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Reluctance to be seen as “disabled”

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Last updated 30th September, 2014 (part update 16th March 2022).

Disability as a legal concept

Some people who stammer may be turned off using the Equality Act because they do not want to be seen as “disabled”.

However, “disability” in the Equality Act is a legal concept. It is just a matter of whether you fulfil a particular legal definition. You do not have to say that you would consider yourself disabled in a wider sense.

Also, “disability” in the Equality Act goes beyond what many people would regard as the normal sense of the word. For example it can include a back problem if it lasts for more than a year. It is just a statutory definition to determine who does and doesn’t have rights under the Equality Act.

If you think about it this way, you may be happy to rely on the Equality Act whether you think of yourself as disabled in a broader sense or not. However to rely on the Equality Act you do have to say you are “disabled” within the meaning of the statute. That’s just the way it is.

Disability in a broader sense

Like many people, I don’t like the word “disabled”. It can have negative implications such as powerlessness, incapability, and being “different”.

However, this is an issue for disabled people in general. Disabled people are unhappy with these implications. People who stammer can, as part of the wider disability movement, work to move society beyond stereotypical views of “disability”. “Stammering” itself may have similar negative connotations, and it seems artificial for those of us who stammer to try and distance our own condition and its negative stereotypes from disability issues in general.

Disability awareness has some way to go, but I think it is growing – for example through the work of disability charities (including STAMMA/British Stammering Association and 50 Million Voices), through the Equality and Human Rights Commission, and through employers and staff learning more about disability to comply with the Equality Act. The word “disabled” is not a fortunate one. However, I would hope that through greater awareness and familiarity, society can start to see the word as quite different from the sum of its parts – “dis-abled”. It is at best highly misleading to generalise disabled people as “unable” or “less able”.

Social model

A more empowering view of disability, often supported by disability organisations, is the social model. This takes the view that disability is created by the physical, organisational and attitudinal structure of society. For example, wheelchair users could get about the built environment perfectly well if society had not designed so many of its buildings with stairs as the main way of going up and down. With adequate lifts and ramps in buildings, and improved design of buses and trains etc, wheelchair users need not be disabled. They may have an “impairment” in being unable to walk, but it is the stairs and general lack of consideration for their requirements that “disable” them and perhaps limit their playing a full role in society. An important role of the Equality Act and campaigning organisations is to “enable” disabled people through encouraging new structures and attitudes.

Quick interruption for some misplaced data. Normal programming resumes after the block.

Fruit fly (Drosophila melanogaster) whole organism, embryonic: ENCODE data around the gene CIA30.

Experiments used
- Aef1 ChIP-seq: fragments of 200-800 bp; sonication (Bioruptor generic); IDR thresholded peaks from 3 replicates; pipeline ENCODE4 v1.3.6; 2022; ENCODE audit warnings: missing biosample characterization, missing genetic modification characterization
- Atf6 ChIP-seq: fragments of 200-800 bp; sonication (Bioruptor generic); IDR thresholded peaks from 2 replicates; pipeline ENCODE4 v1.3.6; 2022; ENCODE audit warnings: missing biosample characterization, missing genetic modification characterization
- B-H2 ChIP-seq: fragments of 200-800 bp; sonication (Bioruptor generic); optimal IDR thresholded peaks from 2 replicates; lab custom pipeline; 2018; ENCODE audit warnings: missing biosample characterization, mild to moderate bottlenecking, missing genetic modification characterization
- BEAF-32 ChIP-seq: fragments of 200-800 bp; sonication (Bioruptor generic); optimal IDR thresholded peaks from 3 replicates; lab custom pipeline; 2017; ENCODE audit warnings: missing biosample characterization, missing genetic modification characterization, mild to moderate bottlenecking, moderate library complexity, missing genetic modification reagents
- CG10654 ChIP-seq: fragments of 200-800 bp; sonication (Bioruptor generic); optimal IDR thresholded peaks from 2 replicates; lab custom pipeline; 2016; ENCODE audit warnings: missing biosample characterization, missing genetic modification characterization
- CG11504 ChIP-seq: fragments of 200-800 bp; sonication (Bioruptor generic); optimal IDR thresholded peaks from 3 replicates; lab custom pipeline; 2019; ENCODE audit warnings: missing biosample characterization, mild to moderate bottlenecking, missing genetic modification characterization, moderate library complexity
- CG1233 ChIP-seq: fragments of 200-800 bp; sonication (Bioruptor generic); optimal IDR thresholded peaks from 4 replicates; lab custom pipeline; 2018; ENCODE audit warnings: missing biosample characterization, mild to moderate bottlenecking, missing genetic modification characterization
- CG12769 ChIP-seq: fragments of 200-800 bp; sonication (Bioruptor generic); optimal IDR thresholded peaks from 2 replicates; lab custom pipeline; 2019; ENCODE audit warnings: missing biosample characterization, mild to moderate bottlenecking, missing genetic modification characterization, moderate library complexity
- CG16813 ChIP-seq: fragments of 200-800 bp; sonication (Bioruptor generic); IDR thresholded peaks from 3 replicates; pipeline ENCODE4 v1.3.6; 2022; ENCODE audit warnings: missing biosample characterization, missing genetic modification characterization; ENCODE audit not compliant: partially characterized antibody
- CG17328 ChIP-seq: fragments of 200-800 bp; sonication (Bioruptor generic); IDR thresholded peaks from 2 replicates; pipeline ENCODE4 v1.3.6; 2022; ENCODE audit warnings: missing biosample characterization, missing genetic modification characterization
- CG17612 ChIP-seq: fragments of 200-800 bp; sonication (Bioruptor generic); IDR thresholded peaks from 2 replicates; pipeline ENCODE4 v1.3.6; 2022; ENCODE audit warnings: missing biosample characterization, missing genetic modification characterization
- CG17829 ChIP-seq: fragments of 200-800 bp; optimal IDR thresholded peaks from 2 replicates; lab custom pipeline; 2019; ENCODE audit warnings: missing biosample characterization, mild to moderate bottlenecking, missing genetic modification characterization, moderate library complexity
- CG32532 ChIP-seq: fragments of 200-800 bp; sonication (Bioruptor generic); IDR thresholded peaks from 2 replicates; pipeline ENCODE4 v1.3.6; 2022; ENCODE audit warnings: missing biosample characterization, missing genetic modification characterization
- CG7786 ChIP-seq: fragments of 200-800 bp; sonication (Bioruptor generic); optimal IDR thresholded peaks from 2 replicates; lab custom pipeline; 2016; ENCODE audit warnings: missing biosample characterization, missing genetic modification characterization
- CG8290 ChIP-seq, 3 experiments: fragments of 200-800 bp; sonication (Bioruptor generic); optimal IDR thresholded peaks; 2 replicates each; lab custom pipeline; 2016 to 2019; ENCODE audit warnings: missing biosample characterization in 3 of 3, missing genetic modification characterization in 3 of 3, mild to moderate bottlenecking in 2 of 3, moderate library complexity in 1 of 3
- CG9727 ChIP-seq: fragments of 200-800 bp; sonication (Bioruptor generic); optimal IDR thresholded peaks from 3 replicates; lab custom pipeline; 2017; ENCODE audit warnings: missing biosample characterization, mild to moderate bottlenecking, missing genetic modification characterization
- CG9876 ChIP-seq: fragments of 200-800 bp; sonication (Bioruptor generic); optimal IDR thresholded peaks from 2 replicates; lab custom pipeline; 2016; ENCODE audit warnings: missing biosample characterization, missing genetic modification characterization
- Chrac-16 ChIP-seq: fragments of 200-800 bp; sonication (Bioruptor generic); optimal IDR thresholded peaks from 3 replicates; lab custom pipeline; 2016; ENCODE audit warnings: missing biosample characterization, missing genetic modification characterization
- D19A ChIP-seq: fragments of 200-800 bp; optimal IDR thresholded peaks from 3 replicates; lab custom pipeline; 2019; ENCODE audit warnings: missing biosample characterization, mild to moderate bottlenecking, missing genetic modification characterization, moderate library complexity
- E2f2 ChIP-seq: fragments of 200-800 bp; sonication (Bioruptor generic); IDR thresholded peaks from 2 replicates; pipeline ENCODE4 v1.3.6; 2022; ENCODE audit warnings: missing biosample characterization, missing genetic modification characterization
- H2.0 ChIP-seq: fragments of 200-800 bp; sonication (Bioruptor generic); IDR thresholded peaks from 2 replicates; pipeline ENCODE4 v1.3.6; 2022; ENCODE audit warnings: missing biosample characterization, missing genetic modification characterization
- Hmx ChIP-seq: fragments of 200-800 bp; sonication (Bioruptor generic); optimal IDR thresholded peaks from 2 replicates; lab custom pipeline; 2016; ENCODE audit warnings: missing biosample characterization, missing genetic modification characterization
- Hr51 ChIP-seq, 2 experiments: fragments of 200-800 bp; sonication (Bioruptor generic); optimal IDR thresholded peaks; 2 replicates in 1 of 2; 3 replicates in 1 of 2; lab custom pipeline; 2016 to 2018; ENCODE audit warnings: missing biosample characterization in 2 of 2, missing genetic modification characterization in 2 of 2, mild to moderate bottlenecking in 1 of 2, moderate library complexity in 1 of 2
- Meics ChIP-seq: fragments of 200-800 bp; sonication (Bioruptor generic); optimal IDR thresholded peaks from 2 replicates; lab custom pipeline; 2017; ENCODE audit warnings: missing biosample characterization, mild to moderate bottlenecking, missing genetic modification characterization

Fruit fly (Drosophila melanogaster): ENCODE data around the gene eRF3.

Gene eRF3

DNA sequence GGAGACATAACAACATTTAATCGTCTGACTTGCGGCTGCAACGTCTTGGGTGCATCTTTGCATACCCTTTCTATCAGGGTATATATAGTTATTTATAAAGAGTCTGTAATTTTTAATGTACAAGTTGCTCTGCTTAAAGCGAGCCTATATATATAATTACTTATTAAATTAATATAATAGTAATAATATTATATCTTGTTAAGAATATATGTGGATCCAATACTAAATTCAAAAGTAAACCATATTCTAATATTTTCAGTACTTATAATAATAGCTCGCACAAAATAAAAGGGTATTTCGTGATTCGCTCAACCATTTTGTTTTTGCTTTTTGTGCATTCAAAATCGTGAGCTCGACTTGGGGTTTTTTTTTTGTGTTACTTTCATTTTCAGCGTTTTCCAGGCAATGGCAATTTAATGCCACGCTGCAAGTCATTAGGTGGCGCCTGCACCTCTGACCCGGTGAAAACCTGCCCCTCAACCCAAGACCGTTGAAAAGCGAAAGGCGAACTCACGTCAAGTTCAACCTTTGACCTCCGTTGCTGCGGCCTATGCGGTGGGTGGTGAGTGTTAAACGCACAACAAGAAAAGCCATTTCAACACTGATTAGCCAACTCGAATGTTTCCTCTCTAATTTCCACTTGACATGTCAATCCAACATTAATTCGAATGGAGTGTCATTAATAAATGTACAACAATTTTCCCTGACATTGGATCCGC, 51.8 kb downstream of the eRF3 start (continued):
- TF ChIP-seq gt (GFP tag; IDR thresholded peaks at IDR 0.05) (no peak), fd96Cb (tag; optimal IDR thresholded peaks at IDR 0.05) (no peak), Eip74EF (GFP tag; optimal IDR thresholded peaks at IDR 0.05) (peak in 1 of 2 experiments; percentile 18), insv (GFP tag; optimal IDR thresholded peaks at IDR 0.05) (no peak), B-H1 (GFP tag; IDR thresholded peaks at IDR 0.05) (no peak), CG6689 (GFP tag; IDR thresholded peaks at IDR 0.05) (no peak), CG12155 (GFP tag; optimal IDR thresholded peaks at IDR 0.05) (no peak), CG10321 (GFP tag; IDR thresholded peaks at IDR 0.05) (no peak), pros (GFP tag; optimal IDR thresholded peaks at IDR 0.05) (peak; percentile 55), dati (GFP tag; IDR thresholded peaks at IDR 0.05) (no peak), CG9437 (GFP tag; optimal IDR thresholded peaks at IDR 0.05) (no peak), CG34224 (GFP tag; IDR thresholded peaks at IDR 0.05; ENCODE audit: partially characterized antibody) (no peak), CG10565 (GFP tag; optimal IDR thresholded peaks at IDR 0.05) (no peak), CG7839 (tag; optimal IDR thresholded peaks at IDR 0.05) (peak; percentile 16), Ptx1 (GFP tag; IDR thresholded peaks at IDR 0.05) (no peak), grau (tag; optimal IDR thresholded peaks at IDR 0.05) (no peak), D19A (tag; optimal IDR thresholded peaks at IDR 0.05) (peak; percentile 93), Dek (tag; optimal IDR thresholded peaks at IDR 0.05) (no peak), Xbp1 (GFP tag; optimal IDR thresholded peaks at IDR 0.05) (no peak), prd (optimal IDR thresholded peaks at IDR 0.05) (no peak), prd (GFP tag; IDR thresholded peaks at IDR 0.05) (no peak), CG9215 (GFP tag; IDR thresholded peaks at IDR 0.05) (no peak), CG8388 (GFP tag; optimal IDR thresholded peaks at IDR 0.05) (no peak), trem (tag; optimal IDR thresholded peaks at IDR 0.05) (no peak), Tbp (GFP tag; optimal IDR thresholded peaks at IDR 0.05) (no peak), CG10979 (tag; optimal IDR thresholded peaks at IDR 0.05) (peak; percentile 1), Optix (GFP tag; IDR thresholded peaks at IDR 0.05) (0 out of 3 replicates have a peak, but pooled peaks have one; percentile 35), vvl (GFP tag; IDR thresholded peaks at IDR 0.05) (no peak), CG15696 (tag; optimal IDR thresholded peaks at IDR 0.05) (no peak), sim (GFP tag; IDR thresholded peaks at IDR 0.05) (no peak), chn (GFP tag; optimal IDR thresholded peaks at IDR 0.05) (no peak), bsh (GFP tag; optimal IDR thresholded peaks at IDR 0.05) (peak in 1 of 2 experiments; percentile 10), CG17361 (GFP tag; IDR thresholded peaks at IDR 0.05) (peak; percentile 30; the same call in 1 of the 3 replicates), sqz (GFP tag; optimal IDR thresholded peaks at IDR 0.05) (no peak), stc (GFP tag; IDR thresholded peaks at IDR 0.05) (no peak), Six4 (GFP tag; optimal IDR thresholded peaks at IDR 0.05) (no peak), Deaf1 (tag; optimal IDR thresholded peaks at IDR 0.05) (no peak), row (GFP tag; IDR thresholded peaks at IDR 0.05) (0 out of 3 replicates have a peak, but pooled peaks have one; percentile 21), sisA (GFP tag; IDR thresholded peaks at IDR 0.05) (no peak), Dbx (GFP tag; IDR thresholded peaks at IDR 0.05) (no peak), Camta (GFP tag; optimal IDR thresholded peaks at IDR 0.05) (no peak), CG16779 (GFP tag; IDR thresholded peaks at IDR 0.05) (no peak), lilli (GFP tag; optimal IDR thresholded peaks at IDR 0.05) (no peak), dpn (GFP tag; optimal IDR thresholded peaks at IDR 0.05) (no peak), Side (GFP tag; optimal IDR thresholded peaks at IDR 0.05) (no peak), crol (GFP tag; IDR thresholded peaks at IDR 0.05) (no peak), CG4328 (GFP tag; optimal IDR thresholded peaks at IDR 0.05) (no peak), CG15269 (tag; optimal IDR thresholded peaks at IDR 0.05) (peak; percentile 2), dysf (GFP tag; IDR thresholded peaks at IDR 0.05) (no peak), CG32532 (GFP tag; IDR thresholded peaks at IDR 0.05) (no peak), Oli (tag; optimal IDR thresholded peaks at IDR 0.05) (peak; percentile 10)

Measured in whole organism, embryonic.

Similarly people who stammer may be ‘disabled’ by people’s attitudes towards stammering – e.g. by a listener’s being impatient, or making stereotypical assumptions that the person is slow-thinking, for example. Someone who stammers may also be disabled by the arrangements to access a particular service, eg if the person to phone up to get it, and even more so if their speech on the phone has to be understood by a computer. In the social model, stammering is not a “disability” (it is an “impairment”), but people who stammer can be “disabled” by attitudes and structures. The aim, through the Equality Act and other means, is to remove such disabling factors.

I think it is now generally accepted that often it is not only the external attitudes and structures that make the disability: this is discussed in an important 2022 research paper on stammering and the social model: Social model: new research paper. The fact remains though that much of what disables people is these attitudes and structures.

On this basis, a person may be “disabled” however able they are, and even if their stammer is only minor. For example, if you are turned down for a job because of a mild stammer, you are still being “disabled” by the employer’s attitude.

“I see stammering as a disability because people may judge you on it – it can affect how they see you; and also because it does get in the way. If we say: “I’m not disabled, I’m perfectly able”, what does that say about how we view other ‘disabled people’?”

I’m not “disabled” because…